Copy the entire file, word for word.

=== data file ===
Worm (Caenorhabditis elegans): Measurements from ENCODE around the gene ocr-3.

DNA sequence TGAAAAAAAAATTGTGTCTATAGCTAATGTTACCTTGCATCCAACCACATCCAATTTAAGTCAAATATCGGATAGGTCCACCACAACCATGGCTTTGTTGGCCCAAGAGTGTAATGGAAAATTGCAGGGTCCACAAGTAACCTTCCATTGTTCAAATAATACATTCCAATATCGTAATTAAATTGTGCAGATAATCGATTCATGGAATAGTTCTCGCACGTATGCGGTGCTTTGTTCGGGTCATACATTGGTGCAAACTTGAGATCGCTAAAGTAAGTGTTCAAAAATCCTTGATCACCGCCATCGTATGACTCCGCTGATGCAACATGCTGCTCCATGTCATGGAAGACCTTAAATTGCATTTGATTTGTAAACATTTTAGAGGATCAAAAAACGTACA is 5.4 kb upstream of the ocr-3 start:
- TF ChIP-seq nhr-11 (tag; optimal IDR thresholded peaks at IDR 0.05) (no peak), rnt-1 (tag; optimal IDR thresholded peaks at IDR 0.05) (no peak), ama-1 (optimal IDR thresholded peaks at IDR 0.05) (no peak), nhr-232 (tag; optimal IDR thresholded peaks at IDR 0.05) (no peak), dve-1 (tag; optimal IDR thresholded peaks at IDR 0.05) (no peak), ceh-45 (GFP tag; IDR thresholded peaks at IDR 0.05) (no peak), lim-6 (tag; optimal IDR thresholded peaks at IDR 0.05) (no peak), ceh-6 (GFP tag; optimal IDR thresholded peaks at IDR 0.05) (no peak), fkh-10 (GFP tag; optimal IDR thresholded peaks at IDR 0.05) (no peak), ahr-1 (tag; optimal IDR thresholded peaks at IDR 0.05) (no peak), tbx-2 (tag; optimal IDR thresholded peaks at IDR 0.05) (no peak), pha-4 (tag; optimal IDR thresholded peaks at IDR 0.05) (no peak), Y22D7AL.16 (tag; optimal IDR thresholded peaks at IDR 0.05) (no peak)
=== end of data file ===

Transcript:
Worm (Caenorhabditis elegans): Measurements from ENCODE around the gene ocr-3.

DNA sequence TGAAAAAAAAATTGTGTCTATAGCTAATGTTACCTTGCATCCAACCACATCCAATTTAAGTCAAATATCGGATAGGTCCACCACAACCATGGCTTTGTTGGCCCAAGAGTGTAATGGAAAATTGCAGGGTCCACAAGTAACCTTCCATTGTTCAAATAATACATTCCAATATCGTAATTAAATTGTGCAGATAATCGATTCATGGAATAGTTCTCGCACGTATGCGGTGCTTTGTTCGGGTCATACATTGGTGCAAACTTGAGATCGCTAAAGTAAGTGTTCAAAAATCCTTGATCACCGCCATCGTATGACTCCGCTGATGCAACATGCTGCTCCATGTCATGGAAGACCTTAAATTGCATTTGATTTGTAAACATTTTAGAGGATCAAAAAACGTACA is 5.4 kb upstream of the ocr-3 start:
- TF ChIP-seq nhr-11 (tag; optimal IDR thresholded peaks at IDR 0.05) (no peak), rnt-1 (tag; optimal IDR thresholded peaks at IDR 0.05) (no peak), ama-1 (optimal IDR thresholded peaks at IDR 0.05) (no peak), nhr-232 (tag; optimal IDR thresholded peaks at IDR 0.05) (no peak), dve-1 (tag; optimal IDR thresholded peaks at IDR 0.05) (no peak), ceh-45 (GFP tag; IDR thresholded peaks at IDR 0.05) (no peak), lim-6 (tag; optimal IDR thresholded peaks at IDR 0.05) (no peak), ceh-6 (GFP tag; optimal IDR thresholded peaks at IDR 0.05) (no peak), fkh-10 (GFP tag; optimal IDR thresholded peaks at IDR 0.05) (no peak), ahr-1 (tag; optimal IDR thresholded peaks at IDR 0.05) (no peak), tbx-2 (tag; optimal IDR thresholded peaks at IDR 0.05) (no peak), pha-4 (tag; optimal IDR thresholded peaks at IDR 0.05) (no peak), Y22D7AL.16 (tag; optimal IDR thresholded peaks at IDR 0.05) (no peak)